After Equifax Breach, Lawmakers Propose Credit Screening Restrictions for Employment

By Roy Maurer Sep 21, 2017
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Democrats in both houses of Congress have introduced legislation that would overhaul the nation's credit reporting system—including by restricting the use of credit information for most employment decisions—in the wake of one of the largest data breaches in history.

Rep. Maxine Waters, D-Calif., and Sen. Elizabeth Warren, D-Mass., proposed their bills in the U.S. House and Senate respectively, following the announcement that 143 million people were affected by the security breach at Equifax, one of the nation's largest credit reporting agencies. The bills would result in several changes for credit bureaus and consumers, but would also restrict the use of credit information for employment purposes. Employers would be allowed to conduct a credit check as part of an employment screen only when required by local, state or federal law or for national security clearances. The bills would also bar hiring managers from asking questions about past defaults or bankruptcies during job interviews or including questions about credit history on job applications.

[SHRM members-only resource: Credit Check Policy]

"Despite the fact that credit history has not been proven to predict job performance, credit information is increasingly used by employers for hiring, promotion and retention," Waters said. "This practice creates obstacles for upward mobility and can be an invasion of consumers' privacy. The widespread use of credit reports to screen job applicants is particularly troubling given that there is no reliable data demonstrating a correlation between credit history and job performance."

The federal Fair Credit Reporting Act permits employers to request credit reports on job applicants and existing employees, after first obtaining written permission from the individual being screened. Employers are also required to notify individuals before they take adverse action based on information in the credit report and to offer a copy of the credit report and a written summary of the consumer's rights with the notification.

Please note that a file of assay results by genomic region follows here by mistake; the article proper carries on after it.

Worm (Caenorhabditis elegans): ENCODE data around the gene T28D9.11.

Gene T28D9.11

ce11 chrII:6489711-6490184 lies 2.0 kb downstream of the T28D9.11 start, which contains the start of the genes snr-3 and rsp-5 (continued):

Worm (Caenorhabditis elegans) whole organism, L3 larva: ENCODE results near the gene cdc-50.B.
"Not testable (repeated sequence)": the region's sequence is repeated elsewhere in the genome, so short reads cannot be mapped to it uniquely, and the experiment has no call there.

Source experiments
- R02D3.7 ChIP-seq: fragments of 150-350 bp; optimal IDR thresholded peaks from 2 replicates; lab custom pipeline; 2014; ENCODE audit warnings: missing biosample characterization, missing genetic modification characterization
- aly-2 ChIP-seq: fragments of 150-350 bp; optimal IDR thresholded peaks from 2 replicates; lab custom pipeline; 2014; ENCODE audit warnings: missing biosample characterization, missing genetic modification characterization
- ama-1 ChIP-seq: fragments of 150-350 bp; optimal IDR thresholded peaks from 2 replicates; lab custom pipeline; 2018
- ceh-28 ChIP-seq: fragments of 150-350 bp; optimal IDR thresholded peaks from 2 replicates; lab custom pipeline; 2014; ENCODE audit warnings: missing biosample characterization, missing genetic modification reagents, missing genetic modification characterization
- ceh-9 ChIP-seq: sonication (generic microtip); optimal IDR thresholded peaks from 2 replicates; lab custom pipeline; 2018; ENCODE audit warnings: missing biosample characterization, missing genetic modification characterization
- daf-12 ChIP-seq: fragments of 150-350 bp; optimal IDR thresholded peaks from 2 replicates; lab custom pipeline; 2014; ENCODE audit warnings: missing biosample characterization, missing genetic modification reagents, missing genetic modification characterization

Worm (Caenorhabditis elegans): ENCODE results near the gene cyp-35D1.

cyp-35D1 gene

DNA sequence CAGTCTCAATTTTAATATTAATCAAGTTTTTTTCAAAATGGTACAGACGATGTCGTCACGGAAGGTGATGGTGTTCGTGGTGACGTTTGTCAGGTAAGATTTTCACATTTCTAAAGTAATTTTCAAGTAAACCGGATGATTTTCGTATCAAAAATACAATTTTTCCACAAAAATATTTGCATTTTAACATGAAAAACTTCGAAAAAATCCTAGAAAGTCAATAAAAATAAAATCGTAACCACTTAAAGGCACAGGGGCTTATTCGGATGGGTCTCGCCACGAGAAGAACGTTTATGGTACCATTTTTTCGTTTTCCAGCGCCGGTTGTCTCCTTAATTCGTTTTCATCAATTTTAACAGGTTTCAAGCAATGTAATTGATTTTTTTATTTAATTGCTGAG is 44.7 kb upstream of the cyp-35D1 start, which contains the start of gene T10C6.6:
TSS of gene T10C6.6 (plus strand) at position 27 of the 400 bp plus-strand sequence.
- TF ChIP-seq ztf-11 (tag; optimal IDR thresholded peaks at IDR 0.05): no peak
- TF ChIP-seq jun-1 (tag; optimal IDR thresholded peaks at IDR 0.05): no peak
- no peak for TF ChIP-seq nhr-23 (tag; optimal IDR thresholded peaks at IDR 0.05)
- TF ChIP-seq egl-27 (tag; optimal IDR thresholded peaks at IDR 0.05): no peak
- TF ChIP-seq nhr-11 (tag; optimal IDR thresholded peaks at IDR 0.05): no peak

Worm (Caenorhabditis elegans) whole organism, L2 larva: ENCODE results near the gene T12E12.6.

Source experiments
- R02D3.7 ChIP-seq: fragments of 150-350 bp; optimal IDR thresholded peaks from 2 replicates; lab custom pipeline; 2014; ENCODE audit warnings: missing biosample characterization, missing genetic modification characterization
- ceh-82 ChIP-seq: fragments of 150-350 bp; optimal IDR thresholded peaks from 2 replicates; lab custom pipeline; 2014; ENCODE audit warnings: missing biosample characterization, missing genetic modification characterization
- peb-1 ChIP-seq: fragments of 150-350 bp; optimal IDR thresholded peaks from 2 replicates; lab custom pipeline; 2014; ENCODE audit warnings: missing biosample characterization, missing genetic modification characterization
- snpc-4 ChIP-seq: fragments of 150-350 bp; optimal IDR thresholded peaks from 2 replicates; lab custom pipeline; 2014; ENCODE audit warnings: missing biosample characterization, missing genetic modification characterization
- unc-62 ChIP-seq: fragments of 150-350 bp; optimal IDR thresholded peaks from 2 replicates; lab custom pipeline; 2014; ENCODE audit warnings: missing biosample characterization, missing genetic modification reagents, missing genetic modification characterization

"These consumer protections are important, yet they are far from sufficient to prevent credit checks from becoming a barrier to employment," said Amy Traub, a senior policy analyst at Demos, a public-policy think tank in New York City. "My research finds that poor credit is linked to economic stress. Weak credit is correlated with unemployment, lack of health coverage and the presence of children in a household. By screening out job applicants who have flawed credit, employers are effectively judging a prospective employee on the basis of economic disadvantage, and effectively multiplying that disadvantage."

Targeted Credit Checks Strengthen Fraud Prevention

But others argue that being able to access candidates' credit history in a responsible way can be a valuable tool and that, in fact, personal financial health can be an indicator of potential employee fraud.

The Association of Certified Fraud Examiners found that the top two red flag warnings exhibited by employees leading up to engaging in fraudulent activity on the job were living beyond financial means (present in 39 percent of all cases) and experiencing financial difficulties (present in 34 percent of all cases).

Melissa Sorenson, executive director of the National Association of Professional Background Screeners (NAPBS), headquartered in Raleigh, N.C., said her organization understands and appreciates legislative efforts to address discrimination but urged lawmakers to first review how employers are using credit today before eliminating or severely limiting access to credit information.

Sorenson cited the 2017 NAPBS survey conducted by HR.com that found more than half of employers, 62 percent, do not use credit checks at all, while 25 percent screen credit history for some candidates based on position. Only 6 percent conduct credit checks on all candidates.

"Not all financial difficulties will or could lead to fraud, but lawmakers should not tie the hands of employers and undercut fraud prevention measures by outlawing the use of information that shows a correlation between past or current behavior and future fraud," she said.

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